Jessica McClure Morales is 33-years old. A typical West Texas Mom, with two kids and a dog. Her life is normal in every way. She’s a teacher’s aide. Her husband Danny, works for a piping supply outfit.
Thirty-two years ago, Jessica McClure’s day was anything but normal.
October 14, 1987 began like any other, just an eighteen-month-old baby girl, playing in the back yard of an Aunt. That old well pipe shouldn’t have been left open, but what harm could it do. Standing there only three inches above the grass, the thing was only eight inches wide.
And then the baby disappeared. Down the well.
My command of the language fails to produce a word, adequate to describe the horror that young mother must have felt, looking down that pipe.
Midland, Texas first responders quickly devised a plan. A second shaft would be dug, parallel to the well. Then it was left only to bore a tunnel, until rescuers reached the baby. The operation would be over, by dinnertime.
Except, the rescue proved far more difficult than first imagined. The tools first brought on-scene, were inadequate to get through the hard rock surrounding the well. What should have taken minutes, was turning to hours.
3309 Tanner Drive quickly became, a circus. Television trucks arrived, to cover the ordeal. Baby Jessica’s rescue was carried from the Netherlands to Brazil, from Germany to Hong Kong and mainland China. Well wishers called in to local television stations, from the Soviet Union. Telephone linemen installed extra lines, to handle the traffic.
The whole world it seemed, held its breath.
Midland police officer Andy Glasscock spent much of those fifty-eight hours on his belly next to that hole, concentrating on every sound to come up from the well. Hard-eyed veteran though he was, the man could be brought to tears at the sound of that little voice, drifting up from deep in that hole in the ground…”Mama“. “How does a kitten go?” Officer Glasscock would ask, into the darkness. The little voice would respond…”Meow“.
Watching the evening news, it’s sometimes easy to believe the world is going to hell. It’s not. What we saw for those fifty-eight hours was the True heroism and fundamental decency of every-day women and men. Fathers, sons and brothers, straining each fiber and sinew, inching closer to the bottom of that well. Mothers sisters and wives, pitching in and doing whatever it was, that needed to be done. We’d see it again in a New York Minute, should circumstances require it.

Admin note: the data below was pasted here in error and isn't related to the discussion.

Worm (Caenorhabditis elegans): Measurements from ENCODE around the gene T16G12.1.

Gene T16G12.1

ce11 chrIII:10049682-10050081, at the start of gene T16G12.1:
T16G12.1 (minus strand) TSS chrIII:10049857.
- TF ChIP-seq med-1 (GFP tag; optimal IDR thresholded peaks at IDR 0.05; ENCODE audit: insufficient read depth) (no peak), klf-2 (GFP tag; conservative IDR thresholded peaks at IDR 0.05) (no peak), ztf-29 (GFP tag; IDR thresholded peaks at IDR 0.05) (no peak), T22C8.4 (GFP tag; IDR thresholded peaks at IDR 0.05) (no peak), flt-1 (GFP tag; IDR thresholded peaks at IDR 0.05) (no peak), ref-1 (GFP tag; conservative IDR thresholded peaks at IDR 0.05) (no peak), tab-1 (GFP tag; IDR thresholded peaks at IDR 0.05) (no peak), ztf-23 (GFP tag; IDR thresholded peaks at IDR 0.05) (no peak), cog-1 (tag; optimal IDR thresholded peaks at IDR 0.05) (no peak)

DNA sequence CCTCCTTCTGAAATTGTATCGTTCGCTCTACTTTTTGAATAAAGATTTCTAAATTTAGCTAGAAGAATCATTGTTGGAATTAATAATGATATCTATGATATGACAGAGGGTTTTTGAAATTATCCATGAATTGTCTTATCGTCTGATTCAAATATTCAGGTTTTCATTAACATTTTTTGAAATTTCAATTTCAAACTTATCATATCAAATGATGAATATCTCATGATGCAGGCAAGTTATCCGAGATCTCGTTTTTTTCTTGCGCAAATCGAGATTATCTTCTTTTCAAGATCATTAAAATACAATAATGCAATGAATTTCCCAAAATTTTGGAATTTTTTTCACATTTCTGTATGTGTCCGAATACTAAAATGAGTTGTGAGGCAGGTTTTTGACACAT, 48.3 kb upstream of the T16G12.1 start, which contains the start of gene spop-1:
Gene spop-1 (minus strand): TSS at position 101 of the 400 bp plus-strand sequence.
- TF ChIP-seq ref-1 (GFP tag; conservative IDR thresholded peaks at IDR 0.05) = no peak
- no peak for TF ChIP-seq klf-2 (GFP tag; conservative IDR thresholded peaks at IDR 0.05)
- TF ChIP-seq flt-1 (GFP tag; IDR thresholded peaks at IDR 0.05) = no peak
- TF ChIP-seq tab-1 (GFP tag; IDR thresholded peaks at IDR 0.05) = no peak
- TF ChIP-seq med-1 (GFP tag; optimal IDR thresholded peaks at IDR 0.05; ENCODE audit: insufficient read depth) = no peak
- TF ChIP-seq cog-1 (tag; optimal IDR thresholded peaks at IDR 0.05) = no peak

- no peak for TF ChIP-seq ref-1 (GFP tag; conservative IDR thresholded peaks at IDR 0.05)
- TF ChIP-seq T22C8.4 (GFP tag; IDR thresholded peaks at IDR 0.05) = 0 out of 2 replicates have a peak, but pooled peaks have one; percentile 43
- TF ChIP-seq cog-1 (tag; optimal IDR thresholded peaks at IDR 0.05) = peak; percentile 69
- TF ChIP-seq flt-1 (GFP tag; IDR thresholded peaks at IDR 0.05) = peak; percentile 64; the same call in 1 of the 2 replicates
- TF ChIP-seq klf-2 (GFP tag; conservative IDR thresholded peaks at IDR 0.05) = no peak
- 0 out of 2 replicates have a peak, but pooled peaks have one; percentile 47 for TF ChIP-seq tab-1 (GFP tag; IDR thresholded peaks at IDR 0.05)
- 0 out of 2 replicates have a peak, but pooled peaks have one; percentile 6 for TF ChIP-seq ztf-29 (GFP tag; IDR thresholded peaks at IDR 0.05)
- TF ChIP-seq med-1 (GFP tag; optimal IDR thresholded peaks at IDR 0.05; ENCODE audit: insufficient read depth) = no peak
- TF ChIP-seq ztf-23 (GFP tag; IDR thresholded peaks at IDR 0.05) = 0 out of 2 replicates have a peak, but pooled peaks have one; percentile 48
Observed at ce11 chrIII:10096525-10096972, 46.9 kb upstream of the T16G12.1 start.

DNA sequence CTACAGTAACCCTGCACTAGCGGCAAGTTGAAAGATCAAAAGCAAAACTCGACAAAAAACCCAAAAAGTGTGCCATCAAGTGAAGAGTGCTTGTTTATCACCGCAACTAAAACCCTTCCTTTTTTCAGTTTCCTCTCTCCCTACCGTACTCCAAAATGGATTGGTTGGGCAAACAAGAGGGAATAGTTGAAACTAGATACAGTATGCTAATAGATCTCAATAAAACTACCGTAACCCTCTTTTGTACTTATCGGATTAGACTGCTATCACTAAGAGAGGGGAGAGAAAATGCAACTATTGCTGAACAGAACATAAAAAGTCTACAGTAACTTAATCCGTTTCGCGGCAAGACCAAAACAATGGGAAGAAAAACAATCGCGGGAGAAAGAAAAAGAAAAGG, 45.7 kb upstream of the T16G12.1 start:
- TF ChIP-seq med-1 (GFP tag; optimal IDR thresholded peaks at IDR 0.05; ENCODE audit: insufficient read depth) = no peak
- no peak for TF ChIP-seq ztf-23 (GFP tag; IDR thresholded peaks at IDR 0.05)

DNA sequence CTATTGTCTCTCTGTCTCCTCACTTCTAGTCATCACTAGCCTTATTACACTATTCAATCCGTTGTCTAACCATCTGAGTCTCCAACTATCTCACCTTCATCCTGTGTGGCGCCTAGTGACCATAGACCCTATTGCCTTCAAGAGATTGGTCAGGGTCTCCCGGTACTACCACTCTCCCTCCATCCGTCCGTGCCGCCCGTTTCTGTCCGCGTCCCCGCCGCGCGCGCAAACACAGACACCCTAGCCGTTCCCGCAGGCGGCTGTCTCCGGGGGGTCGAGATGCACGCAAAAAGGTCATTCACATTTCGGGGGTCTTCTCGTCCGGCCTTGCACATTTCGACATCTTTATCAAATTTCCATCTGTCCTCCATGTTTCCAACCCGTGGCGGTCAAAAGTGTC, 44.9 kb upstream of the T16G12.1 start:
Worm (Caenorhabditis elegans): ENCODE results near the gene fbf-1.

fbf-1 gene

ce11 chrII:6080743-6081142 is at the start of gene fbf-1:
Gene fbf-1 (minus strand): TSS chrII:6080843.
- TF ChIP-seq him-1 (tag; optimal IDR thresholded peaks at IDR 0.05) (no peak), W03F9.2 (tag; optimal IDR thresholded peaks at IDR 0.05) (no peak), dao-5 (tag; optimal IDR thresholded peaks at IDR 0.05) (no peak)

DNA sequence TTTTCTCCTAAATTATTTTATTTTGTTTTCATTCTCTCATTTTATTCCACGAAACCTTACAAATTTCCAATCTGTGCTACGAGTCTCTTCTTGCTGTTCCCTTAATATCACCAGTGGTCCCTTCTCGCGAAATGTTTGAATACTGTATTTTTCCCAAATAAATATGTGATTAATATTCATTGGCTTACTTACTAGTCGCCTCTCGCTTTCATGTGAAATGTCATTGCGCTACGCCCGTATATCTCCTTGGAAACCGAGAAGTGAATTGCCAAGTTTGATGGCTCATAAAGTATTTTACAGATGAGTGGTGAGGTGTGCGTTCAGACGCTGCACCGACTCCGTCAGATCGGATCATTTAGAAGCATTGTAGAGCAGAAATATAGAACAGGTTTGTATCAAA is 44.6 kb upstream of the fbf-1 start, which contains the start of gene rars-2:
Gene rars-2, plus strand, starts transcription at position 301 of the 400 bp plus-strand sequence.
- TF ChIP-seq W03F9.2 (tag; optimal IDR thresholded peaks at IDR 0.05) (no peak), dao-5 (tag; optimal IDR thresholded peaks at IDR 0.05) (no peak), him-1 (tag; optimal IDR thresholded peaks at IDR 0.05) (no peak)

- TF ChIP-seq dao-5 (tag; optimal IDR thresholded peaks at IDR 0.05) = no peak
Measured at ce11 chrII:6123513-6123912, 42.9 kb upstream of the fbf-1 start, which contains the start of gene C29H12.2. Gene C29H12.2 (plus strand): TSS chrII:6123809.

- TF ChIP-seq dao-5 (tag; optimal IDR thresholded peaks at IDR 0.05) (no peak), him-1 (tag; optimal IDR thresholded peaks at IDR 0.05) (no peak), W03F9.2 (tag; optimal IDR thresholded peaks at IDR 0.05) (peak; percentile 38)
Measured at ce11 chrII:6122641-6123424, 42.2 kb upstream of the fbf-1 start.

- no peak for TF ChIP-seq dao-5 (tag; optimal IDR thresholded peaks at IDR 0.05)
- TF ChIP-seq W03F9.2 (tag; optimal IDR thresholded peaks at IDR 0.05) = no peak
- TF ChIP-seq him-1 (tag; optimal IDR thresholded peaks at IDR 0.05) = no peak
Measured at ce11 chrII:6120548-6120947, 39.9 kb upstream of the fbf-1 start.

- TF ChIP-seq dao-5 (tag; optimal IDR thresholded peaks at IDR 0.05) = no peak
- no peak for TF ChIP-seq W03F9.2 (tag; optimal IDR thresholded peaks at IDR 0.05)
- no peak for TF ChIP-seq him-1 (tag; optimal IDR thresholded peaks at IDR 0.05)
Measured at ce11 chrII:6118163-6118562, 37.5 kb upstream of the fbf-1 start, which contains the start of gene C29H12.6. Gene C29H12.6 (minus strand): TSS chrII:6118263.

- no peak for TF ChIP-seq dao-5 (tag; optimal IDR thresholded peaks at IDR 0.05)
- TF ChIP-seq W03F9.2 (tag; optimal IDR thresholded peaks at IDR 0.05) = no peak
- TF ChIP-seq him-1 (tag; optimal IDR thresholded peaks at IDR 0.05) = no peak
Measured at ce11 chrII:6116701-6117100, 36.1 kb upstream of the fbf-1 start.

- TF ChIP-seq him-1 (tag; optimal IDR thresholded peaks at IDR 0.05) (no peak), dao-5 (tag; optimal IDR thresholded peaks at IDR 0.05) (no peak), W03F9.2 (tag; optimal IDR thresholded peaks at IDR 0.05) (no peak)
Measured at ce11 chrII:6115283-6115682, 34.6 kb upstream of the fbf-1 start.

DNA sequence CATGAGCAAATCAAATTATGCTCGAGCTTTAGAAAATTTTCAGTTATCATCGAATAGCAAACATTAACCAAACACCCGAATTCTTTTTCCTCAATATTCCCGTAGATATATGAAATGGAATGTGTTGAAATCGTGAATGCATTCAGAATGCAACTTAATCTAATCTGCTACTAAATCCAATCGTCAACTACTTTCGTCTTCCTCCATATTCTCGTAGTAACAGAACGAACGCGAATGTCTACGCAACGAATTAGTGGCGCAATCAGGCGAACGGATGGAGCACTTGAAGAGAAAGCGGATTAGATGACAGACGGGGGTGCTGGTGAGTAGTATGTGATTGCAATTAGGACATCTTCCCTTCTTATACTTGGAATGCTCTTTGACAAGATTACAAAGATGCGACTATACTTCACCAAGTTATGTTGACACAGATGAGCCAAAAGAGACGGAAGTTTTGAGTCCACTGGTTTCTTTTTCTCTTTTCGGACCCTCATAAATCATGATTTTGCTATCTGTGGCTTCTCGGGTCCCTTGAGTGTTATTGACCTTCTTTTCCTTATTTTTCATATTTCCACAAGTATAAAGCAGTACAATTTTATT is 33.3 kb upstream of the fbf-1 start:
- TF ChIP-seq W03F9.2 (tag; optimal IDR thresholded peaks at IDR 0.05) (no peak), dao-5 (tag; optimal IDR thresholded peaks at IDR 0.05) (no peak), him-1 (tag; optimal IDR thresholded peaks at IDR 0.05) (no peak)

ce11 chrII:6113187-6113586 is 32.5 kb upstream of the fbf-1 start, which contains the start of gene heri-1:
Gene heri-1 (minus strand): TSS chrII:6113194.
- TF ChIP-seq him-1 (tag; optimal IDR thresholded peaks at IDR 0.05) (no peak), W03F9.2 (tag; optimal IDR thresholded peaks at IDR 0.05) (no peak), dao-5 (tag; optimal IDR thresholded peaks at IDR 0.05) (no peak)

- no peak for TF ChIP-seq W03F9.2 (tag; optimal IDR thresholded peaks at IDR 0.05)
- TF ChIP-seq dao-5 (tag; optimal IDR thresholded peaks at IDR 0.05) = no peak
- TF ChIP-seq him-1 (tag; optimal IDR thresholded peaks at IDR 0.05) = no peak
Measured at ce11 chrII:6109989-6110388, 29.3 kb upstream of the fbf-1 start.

You could watch it happen, around the clock. Many of us did. I remember it. Each man would dig until he’d drop, and then another guy would take his place. These were out-of-work oil field workers and everyday guys. Mining engineers and paramedics. The work was frenetic, desperate, and at the same time, agonizingly slow.
Anyone who’s used a jackhammer, knows it’s not a tool designed to be used, sideways. Even so, these guys tried. A waterjet became a vital part of the rescue, a new and unproven technology, in 1987.
The sun went down that Wednesday and rose the following day and then set again. Still, the nightmare dragged on.
A microphone was lowered down, so doctors could hear that baby girl breathe. She would cry. Sometimes she would sing. A small voice drifting up from that hole in the ground. The words of “Winnie the Pooh”.
These were good signs. A baby could neither sing nor cry, if she could not breathe.
The final tunneling phase of the operation could only be described, as a claustrophobic nightmare. An unimaginable ordeal. Midland Fire Department paramedic Robert O’Donnell was chosen because of his tall, wiry frame. Slathered all over with K-Y jelly and stuffed into a space so tight it was hard to breathe, O’Donnell inched his way through that black hole that Thursday night and into the small hours of Friday morning until finally, he touched her leg.